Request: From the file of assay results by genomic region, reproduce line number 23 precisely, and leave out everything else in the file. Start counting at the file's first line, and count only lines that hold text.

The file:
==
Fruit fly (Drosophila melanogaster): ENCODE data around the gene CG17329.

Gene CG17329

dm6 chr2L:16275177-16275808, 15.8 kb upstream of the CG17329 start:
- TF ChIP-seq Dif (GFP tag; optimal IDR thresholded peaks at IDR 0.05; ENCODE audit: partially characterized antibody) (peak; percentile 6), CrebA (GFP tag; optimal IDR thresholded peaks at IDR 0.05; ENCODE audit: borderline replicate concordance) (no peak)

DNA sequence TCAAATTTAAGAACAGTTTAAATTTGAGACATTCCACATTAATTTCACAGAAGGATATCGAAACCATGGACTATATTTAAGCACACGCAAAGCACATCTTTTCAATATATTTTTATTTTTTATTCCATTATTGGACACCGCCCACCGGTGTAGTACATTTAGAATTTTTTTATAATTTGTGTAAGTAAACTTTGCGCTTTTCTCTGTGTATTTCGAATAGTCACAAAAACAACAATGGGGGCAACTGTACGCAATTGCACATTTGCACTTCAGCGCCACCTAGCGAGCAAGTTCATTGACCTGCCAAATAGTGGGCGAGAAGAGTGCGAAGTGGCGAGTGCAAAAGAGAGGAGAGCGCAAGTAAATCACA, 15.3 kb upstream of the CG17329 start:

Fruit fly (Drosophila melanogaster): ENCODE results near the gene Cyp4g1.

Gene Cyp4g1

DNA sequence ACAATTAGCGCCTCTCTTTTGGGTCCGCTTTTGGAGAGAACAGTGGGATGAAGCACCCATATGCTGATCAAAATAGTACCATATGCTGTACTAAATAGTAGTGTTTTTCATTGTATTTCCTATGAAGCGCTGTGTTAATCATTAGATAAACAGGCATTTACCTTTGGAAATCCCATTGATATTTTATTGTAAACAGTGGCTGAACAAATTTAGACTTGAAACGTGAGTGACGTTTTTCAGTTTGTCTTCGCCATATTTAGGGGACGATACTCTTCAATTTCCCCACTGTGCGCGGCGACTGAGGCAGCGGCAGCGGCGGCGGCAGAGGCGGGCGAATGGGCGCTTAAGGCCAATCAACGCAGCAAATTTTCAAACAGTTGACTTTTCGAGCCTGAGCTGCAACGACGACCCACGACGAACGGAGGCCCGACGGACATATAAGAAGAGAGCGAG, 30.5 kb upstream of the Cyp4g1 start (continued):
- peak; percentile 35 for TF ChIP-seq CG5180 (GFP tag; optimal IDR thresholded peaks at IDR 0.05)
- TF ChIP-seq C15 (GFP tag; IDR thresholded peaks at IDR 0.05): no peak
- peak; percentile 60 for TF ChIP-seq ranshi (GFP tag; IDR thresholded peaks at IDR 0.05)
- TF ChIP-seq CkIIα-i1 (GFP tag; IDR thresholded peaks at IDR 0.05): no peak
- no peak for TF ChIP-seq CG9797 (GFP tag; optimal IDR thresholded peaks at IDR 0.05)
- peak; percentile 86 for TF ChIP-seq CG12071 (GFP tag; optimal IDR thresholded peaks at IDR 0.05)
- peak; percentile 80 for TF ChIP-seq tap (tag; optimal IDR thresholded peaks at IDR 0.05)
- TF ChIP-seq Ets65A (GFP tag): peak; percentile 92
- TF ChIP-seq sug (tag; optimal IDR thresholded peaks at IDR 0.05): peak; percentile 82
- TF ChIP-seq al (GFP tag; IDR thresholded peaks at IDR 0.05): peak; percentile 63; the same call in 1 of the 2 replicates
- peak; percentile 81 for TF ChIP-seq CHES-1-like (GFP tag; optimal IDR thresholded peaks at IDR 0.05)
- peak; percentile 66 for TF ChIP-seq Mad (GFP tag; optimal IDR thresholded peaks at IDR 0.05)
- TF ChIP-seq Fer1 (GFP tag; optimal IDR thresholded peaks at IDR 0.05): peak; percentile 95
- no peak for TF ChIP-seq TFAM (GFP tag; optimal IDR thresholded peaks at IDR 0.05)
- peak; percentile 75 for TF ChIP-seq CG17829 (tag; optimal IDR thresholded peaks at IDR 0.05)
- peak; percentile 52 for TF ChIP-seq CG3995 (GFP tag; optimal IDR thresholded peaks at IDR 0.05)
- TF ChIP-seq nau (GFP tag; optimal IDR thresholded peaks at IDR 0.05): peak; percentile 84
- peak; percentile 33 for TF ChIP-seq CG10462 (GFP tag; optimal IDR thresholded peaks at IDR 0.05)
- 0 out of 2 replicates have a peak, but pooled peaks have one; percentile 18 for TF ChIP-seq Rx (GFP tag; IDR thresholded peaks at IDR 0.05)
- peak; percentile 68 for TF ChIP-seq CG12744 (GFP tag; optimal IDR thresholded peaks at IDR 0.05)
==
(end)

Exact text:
- peak; percentile 75 for TF ChIP-seq CG17829 (tag; optimal IDR thresholded peaks at IDR 0.05)